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article imageDisaster Alerts Via Your Cell Phone

By Susan Duclos     Apr 11, 2008 in Technology
Taking us one step closer to being alerted via our cell phones if a disaster were imminent, the Federal Communications Commission (FCC) has moved to set up a system that would send text alerts to people on their mobile phones.
The idea for this alert system was initiated from the Warning, Alert, and Response Network (WARN) Act, which was passed in the US Congress in 2006.
Establishment- There is established a voluntary National Alert System to provide a public communications system capable of alerting the public on a national, regional, or local basis to emergency situations requiring a public response.
The functions of the The National Alert System, as stated in the House bill are:
(1) will enable any Federal, State, tribal, or local government official with credentials issued under section 3 by the National Alert Office to alert the public to any imminent threat that presents a significant risk of injury or death to the public;
(2) will be coordinated with and supplement existing Federal, State, tribal, and local emergency warning and alert systems;
(3) will be flexible enough in its application to permit narrowly targeted alerts in circumstances in which only a small geographic area is exposed or potentially exposed to the threat; and
(4) will transmit alerts across the greatest possible variety of communications technologies, including digital and analog broadcasts, cable and satellite television, satellite and terrestrial radio, wireless communications, wireline communications, and the Internet to reach the largest portion of the affected population.
Since the passing of that bill, which was part of a security bill, the FCC has been working closely with wireless carriers as part of the Commercial Service Alert Advisory Committee (CMSAAC) to figure out the logistics of how to implement the alerts.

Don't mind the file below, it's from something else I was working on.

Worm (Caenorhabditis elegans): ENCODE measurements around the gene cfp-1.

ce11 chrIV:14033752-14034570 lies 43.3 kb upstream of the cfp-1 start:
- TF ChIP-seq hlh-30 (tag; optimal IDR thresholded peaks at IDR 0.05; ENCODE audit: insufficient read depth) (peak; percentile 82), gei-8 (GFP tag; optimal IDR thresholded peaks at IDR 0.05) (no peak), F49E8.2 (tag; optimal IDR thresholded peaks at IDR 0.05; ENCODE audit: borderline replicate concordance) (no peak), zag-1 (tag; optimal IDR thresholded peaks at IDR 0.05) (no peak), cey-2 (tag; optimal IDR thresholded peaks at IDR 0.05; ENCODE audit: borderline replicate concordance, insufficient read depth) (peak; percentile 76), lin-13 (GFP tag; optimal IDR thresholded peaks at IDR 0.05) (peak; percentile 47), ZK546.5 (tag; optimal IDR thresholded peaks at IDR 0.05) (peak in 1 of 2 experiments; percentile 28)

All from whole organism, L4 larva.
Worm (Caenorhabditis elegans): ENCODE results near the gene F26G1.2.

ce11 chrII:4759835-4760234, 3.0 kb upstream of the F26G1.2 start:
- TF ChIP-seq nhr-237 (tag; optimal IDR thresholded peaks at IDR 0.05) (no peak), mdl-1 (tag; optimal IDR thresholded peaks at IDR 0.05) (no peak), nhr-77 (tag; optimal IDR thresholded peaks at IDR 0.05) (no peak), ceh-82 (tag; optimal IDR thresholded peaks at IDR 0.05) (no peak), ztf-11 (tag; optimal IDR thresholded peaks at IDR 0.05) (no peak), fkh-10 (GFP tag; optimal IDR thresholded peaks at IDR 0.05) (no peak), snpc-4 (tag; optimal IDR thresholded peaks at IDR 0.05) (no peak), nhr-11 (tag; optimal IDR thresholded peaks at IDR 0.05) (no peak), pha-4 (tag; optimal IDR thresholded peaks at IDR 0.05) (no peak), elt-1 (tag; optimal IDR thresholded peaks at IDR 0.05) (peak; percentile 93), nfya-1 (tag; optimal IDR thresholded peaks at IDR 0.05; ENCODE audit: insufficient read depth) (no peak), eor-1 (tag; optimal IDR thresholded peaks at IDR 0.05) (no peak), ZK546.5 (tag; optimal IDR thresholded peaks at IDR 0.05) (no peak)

Yesterday Verison, AT&T, T-Mobile and Sprint all have agreed to join in the effort, with the vice president and general counsel of Verizon, issuing a statement saying, "Wireless customers have come to rely on their mobile devices, especially in emergency situations, and this action by the FCC is a significant step toward ensuring alerts that serve the public interest will soon be available to wireless users."
Sprint's spokesperson said, "Sprint is pleased that the FCC's adoption of the mobile alert system was based largely on the SMS CMSAAC recommendations and we look forward to providing a mobile alert system that meets the nation's needs."
AT&T's announcement was made by their assistant vice president for federal regulatory affairs, Jim Bugel, in a statement which read, "We are reviewing the details of the FCC's order, but this is clearly a significant milestone and we applaud the FCC for its efforts. While there is still much work to be done before such a system can be put into widespread use, we look forward to offering mobile emergency alerts to our customers."
According to an article in the PC World, this system would sent out three types of alerts, Imminent Threat Alerts, Child Abduction Emergency/AMBER Alerts and Presidential Alerts.
Although FEMA (Federal Emergency Management Agency) was involved in developing the idea of a single agency to collect and send alerts to wireless carriers, they objected to playing that role of that single agency, citing, "statutory reasons", according to Commissioner Michael Copps in a written statement. (Word Document)
In a statement from FCC Chairman, Kevin Martin, he says "By adopting technical requirements for the wireless alerting system today, we are enabling wireless providers that choose to participate in this system to begin designing their networks to deliver mobile alerts. It would have been better, of course, if we had a Federal entity in place now to take on the role of alert aggregator and gateway. We are hopeful that we have initiated the dialogue that will allow an appropriate Federal entity to assume that central role in an expeditious manner."
Once a federal agency is set up and is willing to be that gateway, participating wireless providers will then have 10 months to comply with CMAS rules.
Once the system is in place, the initial alerts will be set up as text messages although hopes are to have the capability to add audio and video services.
More about Cell phones, Disaster alerts, Sms, Text message
 
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